As permafrost thaws in the Arctic, new subsurface pathways open for the transport of groundwater, energy, and solutes. We identify different ways that these subsurface changes are driving observed surface consequences, including the potential for increased contaminant transport, modification to water resources, and enhanced rates of infrastructure (e.g. buildings and roads) damage. Further, as permafrost thaws it allows groundwater to transport carbon, nutrients, and other dissolved constituents from terrestrial to aquatic environments via progressively deeper subsurface flow paths. Cryohydrogeology, the study of groundwater in cold regions, should be included in northern research initiatives to account for this hidden catalyst of environmental and societal change.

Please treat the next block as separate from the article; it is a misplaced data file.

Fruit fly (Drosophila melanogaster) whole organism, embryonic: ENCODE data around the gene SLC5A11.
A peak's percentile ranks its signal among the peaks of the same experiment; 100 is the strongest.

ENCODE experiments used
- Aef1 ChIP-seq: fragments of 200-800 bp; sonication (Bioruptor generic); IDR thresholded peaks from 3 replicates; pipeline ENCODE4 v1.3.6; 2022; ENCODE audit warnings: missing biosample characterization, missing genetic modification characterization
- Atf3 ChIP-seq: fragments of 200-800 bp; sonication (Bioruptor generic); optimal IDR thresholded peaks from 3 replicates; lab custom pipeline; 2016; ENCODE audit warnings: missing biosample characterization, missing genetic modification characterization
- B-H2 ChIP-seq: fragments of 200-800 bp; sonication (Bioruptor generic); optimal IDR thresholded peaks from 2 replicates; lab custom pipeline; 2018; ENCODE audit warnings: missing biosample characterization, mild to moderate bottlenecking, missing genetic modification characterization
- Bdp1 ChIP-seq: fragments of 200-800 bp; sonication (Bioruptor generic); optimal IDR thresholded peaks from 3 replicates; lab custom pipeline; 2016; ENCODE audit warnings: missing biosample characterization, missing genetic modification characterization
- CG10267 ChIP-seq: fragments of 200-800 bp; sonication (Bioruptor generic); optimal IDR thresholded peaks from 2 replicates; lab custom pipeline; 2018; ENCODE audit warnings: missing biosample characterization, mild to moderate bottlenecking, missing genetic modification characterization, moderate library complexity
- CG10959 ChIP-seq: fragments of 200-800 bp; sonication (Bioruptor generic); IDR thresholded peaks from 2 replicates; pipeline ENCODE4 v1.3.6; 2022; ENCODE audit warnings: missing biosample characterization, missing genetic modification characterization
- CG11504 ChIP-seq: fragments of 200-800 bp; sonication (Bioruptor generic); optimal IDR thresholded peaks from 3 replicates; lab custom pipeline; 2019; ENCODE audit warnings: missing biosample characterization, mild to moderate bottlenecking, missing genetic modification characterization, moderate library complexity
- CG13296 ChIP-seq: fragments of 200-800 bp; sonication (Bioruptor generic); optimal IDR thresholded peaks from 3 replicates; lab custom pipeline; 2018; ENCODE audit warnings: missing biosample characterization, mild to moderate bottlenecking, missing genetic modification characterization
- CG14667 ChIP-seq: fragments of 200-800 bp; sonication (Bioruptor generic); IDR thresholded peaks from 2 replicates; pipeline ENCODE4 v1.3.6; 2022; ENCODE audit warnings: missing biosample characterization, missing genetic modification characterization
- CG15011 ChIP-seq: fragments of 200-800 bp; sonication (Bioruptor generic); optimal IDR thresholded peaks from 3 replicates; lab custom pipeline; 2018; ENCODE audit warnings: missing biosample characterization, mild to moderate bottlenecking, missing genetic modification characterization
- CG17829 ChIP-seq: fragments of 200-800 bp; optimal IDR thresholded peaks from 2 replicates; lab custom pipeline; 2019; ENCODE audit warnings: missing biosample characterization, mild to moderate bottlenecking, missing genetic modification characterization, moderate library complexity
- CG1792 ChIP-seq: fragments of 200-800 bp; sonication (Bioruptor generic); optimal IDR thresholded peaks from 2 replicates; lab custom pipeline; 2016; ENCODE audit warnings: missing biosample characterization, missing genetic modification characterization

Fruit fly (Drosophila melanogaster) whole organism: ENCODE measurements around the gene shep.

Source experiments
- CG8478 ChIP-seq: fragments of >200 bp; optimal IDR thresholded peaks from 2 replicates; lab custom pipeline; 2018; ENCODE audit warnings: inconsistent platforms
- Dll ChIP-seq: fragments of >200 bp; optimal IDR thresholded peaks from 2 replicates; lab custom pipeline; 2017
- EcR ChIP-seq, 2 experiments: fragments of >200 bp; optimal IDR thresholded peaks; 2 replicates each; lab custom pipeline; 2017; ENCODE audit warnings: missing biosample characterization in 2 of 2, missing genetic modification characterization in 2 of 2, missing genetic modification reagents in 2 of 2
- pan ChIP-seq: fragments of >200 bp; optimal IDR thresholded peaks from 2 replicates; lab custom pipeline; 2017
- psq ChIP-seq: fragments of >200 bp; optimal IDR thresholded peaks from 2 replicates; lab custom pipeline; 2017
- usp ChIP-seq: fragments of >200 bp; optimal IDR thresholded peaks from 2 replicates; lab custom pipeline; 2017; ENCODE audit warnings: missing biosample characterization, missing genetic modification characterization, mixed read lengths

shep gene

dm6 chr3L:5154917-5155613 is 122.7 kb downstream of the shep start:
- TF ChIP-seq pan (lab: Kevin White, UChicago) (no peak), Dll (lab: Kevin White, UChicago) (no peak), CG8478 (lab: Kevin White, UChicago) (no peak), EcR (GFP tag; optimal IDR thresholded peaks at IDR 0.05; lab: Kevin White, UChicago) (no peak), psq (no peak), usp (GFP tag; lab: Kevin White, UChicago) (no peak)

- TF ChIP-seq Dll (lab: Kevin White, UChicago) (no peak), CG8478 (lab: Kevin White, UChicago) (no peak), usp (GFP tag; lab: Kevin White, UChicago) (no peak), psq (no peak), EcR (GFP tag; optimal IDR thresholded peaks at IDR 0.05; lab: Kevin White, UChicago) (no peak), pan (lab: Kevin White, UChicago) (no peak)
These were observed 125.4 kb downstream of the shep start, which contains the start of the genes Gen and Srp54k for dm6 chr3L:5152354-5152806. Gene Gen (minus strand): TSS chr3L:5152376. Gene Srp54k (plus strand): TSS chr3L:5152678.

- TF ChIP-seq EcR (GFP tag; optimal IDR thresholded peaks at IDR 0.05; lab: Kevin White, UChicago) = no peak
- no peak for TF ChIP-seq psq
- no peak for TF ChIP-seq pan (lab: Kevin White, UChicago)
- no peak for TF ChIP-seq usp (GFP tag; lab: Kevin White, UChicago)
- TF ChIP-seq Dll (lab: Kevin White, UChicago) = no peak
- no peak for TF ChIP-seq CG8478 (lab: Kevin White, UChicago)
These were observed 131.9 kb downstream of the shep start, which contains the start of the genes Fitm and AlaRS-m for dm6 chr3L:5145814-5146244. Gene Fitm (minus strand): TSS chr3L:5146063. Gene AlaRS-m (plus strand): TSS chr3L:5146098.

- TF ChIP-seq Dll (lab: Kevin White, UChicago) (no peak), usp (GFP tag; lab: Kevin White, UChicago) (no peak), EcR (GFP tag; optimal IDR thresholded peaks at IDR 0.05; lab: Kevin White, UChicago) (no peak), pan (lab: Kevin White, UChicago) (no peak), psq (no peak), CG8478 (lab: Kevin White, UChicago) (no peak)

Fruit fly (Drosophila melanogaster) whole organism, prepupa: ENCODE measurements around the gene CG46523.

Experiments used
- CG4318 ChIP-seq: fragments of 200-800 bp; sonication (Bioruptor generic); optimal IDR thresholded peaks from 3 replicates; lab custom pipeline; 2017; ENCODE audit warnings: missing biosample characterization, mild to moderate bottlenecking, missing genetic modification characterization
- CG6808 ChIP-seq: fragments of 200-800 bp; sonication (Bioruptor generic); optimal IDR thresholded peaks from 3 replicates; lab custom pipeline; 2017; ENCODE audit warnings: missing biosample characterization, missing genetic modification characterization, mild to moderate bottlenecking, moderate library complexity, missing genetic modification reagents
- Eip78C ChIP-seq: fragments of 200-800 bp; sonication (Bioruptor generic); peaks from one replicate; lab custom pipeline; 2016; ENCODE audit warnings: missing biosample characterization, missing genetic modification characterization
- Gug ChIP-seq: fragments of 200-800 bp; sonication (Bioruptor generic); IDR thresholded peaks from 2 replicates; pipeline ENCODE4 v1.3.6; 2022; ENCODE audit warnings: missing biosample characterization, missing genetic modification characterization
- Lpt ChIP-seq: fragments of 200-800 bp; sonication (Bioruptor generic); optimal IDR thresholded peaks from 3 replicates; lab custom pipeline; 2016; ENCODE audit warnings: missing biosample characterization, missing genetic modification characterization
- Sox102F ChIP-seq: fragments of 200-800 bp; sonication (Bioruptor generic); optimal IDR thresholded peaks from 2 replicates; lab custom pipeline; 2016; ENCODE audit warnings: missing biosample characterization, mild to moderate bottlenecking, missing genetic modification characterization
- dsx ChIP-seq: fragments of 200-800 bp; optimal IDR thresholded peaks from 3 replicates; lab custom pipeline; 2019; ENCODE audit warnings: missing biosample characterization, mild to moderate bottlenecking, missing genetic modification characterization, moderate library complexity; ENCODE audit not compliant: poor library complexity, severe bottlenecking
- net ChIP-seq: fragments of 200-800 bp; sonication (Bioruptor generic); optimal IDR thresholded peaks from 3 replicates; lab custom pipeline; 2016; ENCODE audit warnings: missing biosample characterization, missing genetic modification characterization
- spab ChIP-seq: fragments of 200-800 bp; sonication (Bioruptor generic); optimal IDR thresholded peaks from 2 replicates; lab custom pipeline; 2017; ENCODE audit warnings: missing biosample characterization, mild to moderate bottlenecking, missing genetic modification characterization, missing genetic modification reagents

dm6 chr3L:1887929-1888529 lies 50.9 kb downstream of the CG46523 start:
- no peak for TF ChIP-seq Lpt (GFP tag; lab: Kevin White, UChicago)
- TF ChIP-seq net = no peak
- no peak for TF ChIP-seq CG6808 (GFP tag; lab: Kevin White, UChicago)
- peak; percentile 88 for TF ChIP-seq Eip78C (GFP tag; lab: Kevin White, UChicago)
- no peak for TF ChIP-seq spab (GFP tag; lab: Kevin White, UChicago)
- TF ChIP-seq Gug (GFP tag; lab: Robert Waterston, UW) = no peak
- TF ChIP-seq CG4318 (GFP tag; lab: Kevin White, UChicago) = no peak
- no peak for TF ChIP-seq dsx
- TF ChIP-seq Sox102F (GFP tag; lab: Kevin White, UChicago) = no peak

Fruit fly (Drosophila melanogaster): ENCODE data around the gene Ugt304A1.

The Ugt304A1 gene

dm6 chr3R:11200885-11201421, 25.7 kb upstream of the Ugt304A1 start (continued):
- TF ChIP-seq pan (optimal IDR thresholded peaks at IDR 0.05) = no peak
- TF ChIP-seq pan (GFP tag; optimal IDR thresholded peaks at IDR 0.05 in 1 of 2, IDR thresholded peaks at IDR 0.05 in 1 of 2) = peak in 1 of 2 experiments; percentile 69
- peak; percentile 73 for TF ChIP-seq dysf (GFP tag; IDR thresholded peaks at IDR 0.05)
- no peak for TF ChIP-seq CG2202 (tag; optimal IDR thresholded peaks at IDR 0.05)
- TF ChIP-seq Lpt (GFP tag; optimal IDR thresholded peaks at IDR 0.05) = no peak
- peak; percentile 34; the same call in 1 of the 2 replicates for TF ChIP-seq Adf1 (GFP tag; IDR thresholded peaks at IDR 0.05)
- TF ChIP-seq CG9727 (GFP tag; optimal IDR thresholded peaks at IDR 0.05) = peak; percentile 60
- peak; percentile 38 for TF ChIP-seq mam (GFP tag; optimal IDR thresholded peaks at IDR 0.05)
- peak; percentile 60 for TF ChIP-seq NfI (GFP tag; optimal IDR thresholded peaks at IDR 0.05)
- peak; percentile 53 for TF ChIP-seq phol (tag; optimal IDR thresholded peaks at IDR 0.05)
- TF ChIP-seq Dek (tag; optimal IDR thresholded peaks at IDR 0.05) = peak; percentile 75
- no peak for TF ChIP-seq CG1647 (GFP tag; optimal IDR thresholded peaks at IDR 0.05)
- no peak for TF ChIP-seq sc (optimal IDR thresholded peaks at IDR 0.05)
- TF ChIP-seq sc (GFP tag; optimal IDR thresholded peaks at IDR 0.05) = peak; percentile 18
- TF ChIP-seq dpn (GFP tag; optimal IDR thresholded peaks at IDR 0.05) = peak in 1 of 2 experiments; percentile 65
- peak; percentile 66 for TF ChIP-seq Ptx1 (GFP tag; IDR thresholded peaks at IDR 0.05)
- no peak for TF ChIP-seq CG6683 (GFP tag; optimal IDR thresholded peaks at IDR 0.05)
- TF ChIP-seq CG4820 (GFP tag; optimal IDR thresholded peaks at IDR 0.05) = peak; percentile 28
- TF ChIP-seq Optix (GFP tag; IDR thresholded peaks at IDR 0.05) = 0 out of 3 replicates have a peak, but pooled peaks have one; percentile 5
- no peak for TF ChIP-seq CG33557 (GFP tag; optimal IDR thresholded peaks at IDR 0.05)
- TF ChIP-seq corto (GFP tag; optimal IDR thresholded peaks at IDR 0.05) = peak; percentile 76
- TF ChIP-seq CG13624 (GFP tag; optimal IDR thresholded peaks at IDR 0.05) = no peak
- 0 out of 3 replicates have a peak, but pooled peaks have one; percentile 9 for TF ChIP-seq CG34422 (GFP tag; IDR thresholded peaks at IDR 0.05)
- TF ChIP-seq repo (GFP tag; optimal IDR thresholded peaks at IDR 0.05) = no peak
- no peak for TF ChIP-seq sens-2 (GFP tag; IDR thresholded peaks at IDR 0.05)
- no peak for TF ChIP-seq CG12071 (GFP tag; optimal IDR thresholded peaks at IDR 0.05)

|Publication Subtype||Journal Article|
|Title||Invited perspective: What lies beneath a changing Arctic?|
|Series title||The Cryosphere|
|Contributing office(s)||WMA - Earth System Processes Division|
|Google Analytic Metrics||Metrics page|